In July 2018, the state amended the law to dilute some of the stringent provision under the 2016 Act. For first-time offenders who store, manufacture or sell liquor, the punishment was reduced from 10 years’ jail term and 10 lakh fine to 5 years in jail and 1 lakh fine. The amendment also scrapped fine on an entire community in case liquor is found to be frequently manufactured and sold in particular area, clarifying only offenders will be booked. The 2018 amendment also did away with a mandatory jail term for first-time offence in case of consumption of liquor and replaced with a fine of 50,000 or serve 3 months in jail.

As per Bihar police records, 3,48,170 cases were lodged and 4,01,855 arrests made under the Bihar Prohibition and Excise law until October last year and about 20,000 bail pleas in such cases are pending disposal either in the high court or in trial courts.

Addressing a public meeting at Bhagalpur on February 22, Bihar chief minister Nitish Kumar said that 16 million people in the state have given up drinking liquor since prohibition was enforced in April 2016. Bihar’s curtrent population is 104.1 million (as per Census 2011).

Last month, a bench led by Chief Justice of India NV Ramana dismissed Bihar government’s batch of appeals against the grant of anticipatory and regular bails to accused under the state’s stringent liquor law, saying these matters have choked the courts.

“You know how much impact this law has created in the working of the Patna High Court...it is taking one year to get a matter listed there and all courts are choked with liquor bail matters...I have been told that 14-15 high court judges are hearing these bail matters every day and no other matters are being taken up,” justice Ramana observed on January 11 while rejecting as many as 40 appeals of the state government.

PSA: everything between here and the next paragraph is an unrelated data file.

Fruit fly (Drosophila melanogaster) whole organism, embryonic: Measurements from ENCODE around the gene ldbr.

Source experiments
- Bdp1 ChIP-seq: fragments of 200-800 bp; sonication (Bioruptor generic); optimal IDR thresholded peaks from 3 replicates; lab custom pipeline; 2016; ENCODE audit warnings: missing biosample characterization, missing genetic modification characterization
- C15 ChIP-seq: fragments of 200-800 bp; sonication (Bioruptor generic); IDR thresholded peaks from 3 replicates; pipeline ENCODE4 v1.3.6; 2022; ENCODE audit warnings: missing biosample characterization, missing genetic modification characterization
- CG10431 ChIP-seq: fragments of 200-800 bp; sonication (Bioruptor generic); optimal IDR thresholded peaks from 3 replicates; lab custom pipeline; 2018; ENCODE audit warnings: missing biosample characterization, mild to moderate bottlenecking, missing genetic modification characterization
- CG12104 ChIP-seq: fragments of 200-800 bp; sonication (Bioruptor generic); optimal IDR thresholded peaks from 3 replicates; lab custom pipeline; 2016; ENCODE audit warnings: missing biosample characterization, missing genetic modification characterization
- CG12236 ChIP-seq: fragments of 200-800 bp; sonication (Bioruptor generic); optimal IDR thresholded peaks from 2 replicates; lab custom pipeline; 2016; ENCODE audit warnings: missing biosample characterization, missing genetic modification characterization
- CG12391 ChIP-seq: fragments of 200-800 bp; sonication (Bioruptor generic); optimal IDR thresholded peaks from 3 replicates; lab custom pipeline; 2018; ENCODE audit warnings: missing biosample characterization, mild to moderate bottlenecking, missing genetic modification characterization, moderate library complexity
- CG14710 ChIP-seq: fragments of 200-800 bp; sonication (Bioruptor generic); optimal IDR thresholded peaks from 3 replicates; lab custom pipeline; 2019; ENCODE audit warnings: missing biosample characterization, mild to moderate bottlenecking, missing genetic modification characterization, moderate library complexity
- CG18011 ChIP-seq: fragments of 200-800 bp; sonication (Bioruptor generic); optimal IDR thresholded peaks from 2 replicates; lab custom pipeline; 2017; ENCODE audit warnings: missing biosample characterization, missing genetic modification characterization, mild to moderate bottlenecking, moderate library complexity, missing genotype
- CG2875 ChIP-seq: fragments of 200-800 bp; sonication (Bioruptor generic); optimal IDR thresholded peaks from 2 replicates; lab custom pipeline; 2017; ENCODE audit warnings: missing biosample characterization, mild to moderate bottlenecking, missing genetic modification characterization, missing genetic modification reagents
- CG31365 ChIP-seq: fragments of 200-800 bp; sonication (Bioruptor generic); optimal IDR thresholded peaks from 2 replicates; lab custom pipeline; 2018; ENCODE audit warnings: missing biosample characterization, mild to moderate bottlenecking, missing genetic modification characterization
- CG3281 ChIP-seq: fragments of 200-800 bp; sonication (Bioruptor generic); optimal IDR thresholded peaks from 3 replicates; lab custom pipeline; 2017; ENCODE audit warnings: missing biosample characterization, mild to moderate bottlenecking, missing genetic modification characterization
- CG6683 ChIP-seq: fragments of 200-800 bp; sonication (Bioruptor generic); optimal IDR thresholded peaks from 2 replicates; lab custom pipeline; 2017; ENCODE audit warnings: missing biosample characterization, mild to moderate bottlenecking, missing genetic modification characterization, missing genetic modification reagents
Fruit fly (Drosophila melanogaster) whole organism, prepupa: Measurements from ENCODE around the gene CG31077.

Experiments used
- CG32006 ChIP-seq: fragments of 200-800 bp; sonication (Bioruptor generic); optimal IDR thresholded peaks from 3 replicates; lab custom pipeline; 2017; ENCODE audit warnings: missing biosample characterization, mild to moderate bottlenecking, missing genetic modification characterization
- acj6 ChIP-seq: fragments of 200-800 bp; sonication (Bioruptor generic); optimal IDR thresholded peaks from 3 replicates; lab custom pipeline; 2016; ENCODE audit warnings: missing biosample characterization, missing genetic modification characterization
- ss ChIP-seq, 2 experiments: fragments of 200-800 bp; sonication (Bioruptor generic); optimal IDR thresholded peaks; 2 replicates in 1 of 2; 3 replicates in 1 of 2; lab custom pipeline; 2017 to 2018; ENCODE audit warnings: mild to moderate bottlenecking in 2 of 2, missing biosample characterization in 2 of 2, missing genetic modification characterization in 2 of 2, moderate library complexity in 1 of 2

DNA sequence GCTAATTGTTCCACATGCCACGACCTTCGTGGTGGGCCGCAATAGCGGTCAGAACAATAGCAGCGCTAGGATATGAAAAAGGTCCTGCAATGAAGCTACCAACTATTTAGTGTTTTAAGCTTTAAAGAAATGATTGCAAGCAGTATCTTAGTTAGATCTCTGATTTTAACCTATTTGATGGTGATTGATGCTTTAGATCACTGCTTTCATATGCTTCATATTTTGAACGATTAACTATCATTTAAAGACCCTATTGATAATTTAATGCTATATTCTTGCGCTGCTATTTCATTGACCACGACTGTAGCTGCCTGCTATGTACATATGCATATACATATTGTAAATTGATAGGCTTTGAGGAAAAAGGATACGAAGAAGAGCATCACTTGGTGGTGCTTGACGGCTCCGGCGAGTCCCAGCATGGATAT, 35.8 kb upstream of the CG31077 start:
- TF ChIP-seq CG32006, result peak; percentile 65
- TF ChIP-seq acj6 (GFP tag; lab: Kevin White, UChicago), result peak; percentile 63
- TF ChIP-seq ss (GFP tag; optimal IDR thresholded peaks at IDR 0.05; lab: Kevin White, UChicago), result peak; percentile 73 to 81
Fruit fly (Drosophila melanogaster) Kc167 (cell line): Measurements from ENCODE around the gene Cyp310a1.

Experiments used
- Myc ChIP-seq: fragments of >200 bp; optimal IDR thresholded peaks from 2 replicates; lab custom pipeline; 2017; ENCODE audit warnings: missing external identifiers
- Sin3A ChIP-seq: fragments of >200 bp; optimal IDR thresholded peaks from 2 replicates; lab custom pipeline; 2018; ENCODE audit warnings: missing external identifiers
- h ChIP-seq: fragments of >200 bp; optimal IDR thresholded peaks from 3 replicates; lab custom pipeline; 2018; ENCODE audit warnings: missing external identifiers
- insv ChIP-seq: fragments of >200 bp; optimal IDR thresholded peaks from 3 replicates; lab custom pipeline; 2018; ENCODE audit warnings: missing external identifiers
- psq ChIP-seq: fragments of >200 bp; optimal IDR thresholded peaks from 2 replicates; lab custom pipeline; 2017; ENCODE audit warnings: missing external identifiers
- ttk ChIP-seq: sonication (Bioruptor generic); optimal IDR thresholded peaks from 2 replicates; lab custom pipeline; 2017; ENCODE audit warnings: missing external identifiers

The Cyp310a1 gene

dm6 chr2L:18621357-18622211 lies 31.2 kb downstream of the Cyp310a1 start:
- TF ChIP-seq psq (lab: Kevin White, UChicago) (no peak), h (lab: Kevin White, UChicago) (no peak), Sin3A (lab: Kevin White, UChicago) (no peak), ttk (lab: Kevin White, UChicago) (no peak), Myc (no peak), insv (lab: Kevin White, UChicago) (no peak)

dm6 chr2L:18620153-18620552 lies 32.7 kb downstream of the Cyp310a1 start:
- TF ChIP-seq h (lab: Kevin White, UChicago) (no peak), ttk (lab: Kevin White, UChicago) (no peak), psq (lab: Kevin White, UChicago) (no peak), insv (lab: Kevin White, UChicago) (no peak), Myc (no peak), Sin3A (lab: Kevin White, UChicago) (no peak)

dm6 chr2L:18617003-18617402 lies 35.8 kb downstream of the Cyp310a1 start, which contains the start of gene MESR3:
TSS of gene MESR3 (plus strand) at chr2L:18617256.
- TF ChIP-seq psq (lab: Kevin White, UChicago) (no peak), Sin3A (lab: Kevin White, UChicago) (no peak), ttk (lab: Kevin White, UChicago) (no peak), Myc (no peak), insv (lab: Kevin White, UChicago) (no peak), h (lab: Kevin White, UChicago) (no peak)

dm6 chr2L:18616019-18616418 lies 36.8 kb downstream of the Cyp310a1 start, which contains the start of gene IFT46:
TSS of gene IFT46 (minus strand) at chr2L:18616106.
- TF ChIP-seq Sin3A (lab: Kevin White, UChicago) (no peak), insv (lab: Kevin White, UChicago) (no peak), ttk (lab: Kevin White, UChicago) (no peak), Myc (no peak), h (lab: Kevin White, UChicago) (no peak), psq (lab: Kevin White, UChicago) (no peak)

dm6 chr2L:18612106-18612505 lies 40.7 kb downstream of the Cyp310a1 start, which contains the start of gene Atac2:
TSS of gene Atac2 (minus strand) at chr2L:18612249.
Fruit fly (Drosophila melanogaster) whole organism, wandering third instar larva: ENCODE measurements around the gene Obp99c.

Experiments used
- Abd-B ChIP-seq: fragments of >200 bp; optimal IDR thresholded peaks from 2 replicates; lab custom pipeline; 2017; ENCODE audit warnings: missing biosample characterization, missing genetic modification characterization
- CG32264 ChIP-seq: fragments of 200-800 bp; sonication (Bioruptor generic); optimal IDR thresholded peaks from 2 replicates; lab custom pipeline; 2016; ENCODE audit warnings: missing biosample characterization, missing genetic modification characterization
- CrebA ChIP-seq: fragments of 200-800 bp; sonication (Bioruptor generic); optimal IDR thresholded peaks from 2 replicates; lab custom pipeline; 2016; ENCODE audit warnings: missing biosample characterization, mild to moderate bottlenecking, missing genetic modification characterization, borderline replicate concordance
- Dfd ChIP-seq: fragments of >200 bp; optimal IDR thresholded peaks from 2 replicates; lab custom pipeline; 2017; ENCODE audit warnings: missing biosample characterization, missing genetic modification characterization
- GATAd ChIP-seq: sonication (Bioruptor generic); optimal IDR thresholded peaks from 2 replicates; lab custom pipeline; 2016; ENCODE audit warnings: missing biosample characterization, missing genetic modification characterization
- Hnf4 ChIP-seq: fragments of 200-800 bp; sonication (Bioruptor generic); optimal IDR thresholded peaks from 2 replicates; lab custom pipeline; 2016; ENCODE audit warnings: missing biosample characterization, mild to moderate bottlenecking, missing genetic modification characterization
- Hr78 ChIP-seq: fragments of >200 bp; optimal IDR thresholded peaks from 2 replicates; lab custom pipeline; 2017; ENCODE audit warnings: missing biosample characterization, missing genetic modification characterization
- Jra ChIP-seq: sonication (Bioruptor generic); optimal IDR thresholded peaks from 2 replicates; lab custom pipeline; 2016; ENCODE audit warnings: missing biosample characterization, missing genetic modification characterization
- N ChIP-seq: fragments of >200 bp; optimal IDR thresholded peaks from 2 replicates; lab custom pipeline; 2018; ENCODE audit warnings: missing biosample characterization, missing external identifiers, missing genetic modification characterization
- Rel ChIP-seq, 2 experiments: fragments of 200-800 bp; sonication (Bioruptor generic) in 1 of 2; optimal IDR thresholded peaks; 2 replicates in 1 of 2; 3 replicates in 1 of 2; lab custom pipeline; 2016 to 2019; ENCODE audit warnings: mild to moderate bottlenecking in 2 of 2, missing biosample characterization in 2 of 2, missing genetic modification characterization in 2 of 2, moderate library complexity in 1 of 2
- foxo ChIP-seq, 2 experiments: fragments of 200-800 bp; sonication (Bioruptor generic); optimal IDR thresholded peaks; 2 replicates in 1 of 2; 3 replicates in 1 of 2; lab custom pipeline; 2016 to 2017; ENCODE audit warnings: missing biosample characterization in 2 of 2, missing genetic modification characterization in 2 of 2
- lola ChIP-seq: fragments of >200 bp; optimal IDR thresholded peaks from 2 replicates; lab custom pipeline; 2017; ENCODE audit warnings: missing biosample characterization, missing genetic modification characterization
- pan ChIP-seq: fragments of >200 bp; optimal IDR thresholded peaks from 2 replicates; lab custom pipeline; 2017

Another attempt by the Bihar government to seek clarification was repelled by the CJI-led bench on January 27. Pointing out that there is no provision for anticipatory bail under Section 76 of the Act, the state urged the CJI to clarify that the rejection of bail orders was not a comment on validity of Section 76. But justice Ramana turned down the plea.

The CJI also highlighted the issue while delivering a lecture in Vijayawada in December last year. Underlining the importance of impact assessment and basic scrutiny of Constitutionality before passing of a legislation, justice Ramana had said that “a lack of foresight in legislating can directly result in the clogging of courts” and cited the case of the Bihar prohibition law. “For example, the introduction of the Bihar Prohibition Act 2016 resulted in the high court being clogged with bail applications. Because of this, a simple bail application takes one year to be disposed of,” he had said.

The constitutional validity of Bihar’s controversial liquor prohibition law is also under challenge before the top court. A bench, headed by justice AM Khanwilkar, is seized of a bunch of petitions, including one by the International Spirits and Wines Association of India. The petitions have raised issues of violation of an individual’s right to make choices, right to privacy, arbitrary and unreasonable restriction and draconian punishment under the law.

On February 14, this bench transferred similar petitions pending before the Patna High Court to itself and asked the state government to file its comprehensive response to the challenge to the 2016 law. The court will hear this matter next in the first week of April.